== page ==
The girls have been proclaimed adorable by their nurses and “boring” by their doctor which is as good as it gets in the NICU. Both girls are off all oxygen and respiratory support systems, and now only have the feeding tube as the last thing to vanquish before they can come home.
Each time a piece of support equipment is removed from the room- oxygen and nitric oxide tanks, the CPAP breathing support with the tanks of bubbling water, the jaundice lights, the IV rack, the high flow canula- I relax a little bit more. The monitoring machines in the room no longer beep angrily and urgently every few minutes. If I dare say so, it’s actually peaceful and calm in their room now.
They had their eye exam last week for ROP (Retinopathy of prematurity) a condition that causes vision problems in preemies. (ROP is the reason Stevie Wonder was blind.) The doctors use a tool like metal pliers to keep the babies’ eyes open- ugh. Other NICU moms recommended that I leave the room for the exam since it’s so tough to watch. I took their advice, reminding myself that the babies won’t remember these traumatic days but I will- and I should spare myself these bad memories if possible. The nurse came out less than ten minutes later, letting me know the girls were done and had hardly complained. And the good news that the exam came back normal. Another sigh of relief for mama.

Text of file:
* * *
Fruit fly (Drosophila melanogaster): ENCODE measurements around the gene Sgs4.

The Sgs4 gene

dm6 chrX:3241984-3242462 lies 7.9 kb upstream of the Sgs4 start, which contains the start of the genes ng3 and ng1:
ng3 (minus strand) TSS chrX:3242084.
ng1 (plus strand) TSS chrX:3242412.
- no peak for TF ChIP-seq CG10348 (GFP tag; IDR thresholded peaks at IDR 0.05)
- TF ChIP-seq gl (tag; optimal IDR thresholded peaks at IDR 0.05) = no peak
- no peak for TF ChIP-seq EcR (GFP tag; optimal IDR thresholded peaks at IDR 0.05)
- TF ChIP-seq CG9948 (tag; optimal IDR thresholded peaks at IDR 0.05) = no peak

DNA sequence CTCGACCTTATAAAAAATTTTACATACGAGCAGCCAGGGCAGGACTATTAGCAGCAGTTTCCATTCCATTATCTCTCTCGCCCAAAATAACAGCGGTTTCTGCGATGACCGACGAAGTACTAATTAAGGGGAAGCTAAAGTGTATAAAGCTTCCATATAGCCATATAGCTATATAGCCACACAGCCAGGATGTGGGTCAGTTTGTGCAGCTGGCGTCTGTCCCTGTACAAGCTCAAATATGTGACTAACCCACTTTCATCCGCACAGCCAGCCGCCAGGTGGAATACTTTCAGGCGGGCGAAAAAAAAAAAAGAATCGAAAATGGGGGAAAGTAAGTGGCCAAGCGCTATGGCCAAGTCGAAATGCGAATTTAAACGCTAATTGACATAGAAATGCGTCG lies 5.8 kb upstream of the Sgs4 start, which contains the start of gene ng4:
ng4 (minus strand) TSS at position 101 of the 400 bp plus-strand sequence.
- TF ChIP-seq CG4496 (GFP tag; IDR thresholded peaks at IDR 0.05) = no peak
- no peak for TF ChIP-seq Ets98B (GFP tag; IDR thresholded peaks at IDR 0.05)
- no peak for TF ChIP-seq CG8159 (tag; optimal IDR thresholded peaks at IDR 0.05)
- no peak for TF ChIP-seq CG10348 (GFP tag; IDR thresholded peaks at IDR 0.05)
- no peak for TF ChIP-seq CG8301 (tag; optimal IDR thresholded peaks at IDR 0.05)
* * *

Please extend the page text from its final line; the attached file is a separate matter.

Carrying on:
The girls are so much happier now. When they were first born, they were so very angry, screaming until their faces turned red and then blue as they tried to pull off their CPAP masks, pulling on the wires. It was scary and heartbreaking to see. Their early arrival to the world had been a cruel one with so many needles and pokes and prods, bright lights and loud alarms. Now they smile in their sleep, only being awakened for their diaper changes and to try and convince them to nurse.
After weeks of sleeping in their separate isolettes, they also get more time together now, taking their first bath together and snuggling together in the same bed occasionally. We put them side by side after their first bath, and they reached up and grabbed hold of each others’ hands. As if to say, it’s a big world out there, but I have my twin and we are in it together. I love seeing them together.
Hopefully it won’t be too much longer before I can see them together every day- and not have to drive to the hospital to see them.
It’s been a long road.